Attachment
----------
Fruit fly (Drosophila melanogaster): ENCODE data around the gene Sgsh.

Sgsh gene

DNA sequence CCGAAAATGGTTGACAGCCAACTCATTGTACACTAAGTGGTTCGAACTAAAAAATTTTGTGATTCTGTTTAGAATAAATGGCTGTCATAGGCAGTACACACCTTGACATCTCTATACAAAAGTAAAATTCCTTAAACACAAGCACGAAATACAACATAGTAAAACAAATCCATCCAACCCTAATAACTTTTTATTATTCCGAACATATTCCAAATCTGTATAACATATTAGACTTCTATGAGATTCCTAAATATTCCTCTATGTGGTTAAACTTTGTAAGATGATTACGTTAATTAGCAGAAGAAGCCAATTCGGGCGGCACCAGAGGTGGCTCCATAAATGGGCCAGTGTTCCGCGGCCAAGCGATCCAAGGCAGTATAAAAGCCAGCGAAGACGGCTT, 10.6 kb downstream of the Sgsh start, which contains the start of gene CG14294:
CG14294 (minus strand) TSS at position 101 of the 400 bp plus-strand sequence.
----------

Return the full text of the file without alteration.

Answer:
Fruit fly (Drosophila melanogaster): ENCODE data around the gene Sgsh.

Sgsh gene

DNA sequence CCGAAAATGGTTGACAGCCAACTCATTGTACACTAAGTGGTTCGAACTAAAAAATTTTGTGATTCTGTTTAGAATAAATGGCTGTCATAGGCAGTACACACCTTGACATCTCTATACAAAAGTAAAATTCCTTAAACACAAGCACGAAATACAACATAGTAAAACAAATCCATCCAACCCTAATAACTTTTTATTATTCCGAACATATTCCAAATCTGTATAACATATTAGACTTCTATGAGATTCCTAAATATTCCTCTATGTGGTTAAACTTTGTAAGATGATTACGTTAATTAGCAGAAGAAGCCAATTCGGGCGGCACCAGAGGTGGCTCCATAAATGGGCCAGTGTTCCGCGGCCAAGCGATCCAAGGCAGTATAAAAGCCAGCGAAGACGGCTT, 10.6 kb downstream of the Sgsh start, which contains the start of gene CG14294:
CG14294 (minus strand) TSS at position 101 of the 400 bp plus-strand sequence.